Why is Silicon Valley still waiting for the Next Big Thing?

In the fall of 2019, Google told the world it had reached “quantum supremacy”.

It is a important scientific milestone compared to the first flight at Kitty Hawk. Harnessing the mysterious power of quantum mechanics, Google has built a computer that needs only three minutes and 20 seconds to perform a calculation that a normal computer could not complete in 10,000 years.

But more than two years after Google’s announcement, the world is still waiting for a quantum computer to actually do something useful. And it will most likely have to wait much longer. The world is also waiting self-driving car, flying cars, advanced artificial intelligence and Brain implants allow you to control your computer devices without using your thoughts.

Silicon Valley’s hype machine has long been accused of being ahead of reality. But in recent years, critics of the tech industry have noticed that its biggest promises – ideas that can truly change the world – seem further and further on the horizon. The enormous wealth created by the industry in recent years is often due to ideas, like the iPhone and mobile apps, that have emerged years ago.

Have the great tech thinkers lost their passion?

The answer, the great thinkers quickly replied, was absolutely no. But the projects they’re working on are much harder than building a new app or disrupting another aging industry. And if you look around, the tools that have helped you deal with nearly two years of the pandemic – home computers, video conferencing and Wi-Fi services, even the technology that helps researchers develop vaccine development – has shown the industry exactly does not lose a step.

“Imagine the economic impact of the pandemic without the infrastructure – hardware and software – allowing so many white-collar workers to work from home and so many other parts of the economy getting underway. digitally mediated, said Margaret O’Mara, a professor at the University of Washington who specializes in the history of Silicon Valley.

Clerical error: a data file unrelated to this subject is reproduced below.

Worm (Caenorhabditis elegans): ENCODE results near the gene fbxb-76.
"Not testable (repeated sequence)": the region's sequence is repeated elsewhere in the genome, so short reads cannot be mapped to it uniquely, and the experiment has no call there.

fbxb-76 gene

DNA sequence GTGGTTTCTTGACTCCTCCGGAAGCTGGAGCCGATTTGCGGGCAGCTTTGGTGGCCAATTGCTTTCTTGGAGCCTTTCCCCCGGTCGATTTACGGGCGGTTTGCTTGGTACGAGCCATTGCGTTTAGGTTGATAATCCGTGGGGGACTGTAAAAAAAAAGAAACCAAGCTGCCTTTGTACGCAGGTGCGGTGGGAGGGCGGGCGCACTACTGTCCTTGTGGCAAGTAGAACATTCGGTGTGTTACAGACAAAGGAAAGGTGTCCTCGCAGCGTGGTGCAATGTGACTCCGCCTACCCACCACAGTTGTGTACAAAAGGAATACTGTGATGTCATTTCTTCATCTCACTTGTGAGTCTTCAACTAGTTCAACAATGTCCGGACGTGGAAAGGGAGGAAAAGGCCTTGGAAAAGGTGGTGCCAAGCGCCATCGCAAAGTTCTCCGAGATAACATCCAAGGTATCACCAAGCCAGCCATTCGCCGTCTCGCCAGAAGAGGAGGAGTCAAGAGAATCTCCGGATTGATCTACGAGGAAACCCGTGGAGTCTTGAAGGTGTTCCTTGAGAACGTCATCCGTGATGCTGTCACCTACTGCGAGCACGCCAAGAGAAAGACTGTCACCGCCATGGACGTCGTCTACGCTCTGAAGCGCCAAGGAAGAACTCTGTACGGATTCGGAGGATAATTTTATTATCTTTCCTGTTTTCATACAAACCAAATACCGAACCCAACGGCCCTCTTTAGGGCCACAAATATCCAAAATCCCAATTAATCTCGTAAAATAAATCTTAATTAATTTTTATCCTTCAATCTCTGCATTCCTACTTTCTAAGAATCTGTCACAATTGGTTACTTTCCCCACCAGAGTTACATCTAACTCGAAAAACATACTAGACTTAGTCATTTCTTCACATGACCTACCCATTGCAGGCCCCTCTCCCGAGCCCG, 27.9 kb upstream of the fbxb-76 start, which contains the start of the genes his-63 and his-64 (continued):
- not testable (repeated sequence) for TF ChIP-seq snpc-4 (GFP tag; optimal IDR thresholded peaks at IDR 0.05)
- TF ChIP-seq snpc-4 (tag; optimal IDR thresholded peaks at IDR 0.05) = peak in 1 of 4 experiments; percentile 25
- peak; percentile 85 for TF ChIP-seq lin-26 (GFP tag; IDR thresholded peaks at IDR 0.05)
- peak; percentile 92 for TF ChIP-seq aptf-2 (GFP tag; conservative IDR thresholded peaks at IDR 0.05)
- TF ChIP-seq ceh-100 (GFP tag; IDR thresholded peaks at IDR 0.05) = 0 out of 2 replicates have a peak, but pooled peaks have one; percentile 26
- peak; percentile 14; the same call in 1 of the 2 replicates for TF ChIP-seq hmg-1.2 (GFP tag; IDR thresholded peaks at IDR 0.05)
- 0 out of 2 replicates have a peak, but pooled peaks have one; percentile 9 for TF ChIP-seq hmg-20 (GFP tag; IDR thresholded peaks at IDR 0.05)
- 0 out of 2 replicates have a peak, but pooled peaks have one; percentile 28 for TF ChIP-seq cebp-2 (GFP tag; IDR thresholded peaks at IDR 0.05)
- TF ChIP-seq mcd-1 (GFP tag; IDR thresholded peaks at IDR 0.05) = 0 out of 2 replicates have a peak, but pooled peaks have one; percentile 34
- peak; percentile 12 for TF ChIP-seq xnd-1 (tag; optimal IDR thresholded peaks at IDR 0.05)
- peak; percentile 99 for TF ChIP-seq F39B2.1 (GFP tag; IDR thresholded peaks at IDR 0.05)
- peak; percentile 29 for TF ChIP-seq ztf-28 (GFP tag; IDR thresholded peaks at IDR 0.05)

As for the next big thing, the great thinkers say, give it time. Let’s do quantum calculations. Jake Taylor, who oversaw quantum computing efforts for the White House and is now chief science officer of quantum startup Riverlane, says building a quantum computer could be the most challenging task yet. ever performed. This is a machine that challenges the physics of everyday life.

A quantum computer relies on the strange ways that some objects behave at the subatomic level or when exposed to extremely cold temperatures, like metals being cooled to nearly 460 degrees below zero. Scientists only try to read information from these quantum systems, they tend to break down.

While building a quantum computer, Dr. Taylor said, “you are constantly working against a fundamental tendency of nature.”

The most important technological advances of the past few decades – microchips, internet, mouse-controlled computers, smartphones – have not defied physics. And they’re allowed to get pregnant for years, even decades, inside government agencies and corporate research labs before finally being mass-adopted.

Dr. O’Mara said: “The era of cloud and mobile has created a lot of new business opportunities. “But now there are more complicated matters.”

However, the loudest people in Silicon Valley often discuss those more complex issues as if they were just another smartphone app. That could raise expectations.